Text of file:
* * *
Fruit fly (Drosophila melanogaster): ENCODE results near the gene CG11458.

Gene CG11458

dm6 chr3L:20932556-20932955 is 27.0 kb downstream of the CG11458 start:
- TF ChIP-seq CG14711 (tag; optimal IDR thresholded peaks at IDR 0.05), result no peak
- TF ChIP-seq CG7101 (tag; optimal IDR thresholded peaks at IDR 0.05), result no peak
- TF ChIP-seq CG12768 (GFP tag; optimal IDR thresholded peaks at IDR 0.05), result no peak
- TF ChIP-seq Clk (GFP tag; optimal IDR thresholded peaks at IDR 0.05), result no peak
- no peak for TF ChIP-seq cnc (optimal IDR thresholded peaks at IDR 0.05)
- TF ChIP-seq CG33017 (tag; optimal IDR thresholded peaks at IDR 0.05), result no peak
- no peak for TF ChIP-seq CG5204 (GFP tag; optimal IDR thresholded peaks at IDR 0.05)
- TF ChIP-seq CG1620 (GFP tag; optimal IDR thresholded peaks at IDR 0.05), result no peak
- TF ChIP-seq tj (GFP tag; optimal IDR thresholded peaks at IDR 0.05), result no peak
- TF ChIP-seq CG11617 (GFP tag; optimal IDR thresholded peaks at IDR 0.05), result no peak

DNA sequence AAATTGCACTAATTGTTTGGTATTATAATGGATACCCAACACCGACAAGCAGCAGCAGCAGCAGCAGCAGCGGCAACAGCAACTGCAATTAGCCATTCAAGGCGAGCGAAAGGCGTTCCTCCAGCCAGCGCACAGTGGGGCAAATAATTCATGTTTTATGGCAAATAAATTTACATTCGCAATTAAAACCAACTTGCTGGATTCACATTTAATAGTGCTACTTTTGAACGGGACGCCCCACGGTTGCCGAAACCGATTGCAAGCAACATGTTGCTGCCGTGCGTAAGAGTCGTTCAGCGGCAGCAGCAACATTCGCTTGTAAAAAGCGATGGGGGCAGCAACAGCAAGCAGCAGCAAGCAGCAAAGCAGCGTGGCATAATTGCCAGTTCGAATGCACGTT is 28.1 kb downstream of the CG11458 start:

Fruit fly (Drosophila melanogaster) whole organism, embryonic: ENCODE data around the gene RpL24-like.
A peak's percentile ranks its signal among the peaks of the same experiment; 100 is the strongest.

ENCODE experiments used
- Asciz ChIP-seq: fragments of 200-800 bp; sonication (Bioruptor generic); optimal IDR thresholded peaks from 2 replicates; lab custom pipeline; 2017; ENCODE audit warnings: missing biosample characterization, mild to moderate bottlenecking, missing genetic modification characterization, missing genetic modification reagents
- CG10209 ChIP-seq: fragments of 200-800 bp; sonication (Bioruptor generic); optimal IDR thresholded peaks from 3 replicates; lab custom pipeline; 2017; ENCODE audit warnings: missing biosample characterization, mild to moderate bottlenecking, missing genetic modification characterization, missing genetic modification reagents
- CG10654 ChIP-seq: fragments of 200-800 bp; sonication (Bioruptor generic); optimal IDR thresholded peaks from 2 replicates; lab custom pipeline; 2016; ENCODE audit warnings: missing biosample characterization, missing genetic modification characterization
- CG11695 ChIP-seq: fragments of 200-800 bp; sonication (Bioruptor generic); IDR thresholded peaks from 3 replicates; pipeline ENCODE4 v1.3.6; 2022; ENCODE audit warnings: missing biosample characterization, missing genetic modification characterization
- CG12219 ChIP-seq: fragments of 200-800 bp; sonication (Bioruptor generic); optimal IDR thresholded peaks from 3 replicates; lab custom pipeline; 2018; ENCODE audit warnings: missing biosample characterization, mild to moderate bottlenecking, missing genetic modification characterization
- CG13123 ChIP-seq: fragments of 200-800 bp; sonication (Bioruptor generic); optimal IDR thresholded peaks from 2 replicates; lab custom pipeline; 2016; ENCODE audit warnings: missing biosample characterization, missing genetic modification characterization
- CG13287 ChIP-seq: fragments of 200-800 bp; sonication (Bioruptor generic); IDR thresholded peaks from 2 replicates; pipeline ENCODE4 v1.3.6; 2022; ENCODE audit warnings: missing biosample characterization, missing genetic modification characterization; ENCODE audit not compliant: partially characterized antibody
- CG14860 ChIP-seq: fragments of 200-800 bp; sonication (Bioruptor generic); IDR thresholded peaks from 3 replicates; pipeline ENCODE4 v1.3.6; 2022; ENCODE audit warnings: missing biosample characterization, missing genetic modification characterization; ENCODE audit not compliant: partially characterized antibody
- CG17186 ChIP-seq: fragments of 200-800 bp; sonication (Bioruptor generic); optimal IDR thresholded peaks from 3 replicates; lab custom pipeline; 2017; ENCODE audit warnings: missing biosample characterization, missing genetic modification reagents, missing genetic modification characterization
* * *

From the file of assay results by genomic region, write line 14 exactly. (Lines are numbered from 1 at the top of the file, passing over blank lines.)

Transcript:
DNA sequence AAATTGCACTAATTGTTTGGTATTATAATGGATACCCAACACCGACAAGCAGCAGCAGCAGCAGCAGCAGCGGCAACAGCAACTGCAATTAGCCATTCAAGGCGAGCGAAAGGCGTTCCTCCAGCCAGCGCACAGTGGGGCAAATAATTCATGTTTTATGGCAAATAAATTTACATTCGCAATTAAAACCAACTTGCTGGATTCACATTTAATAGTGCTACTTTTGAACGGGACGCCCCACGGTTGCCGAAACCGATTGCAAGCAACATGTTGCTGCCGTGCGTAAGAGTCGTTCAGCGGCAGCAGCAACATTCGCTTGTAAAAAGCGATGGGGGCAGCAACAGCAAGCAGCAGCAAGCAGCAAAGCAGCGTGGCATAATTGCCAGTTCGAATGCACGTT is 28.1 kb downstream of the CG11458 start: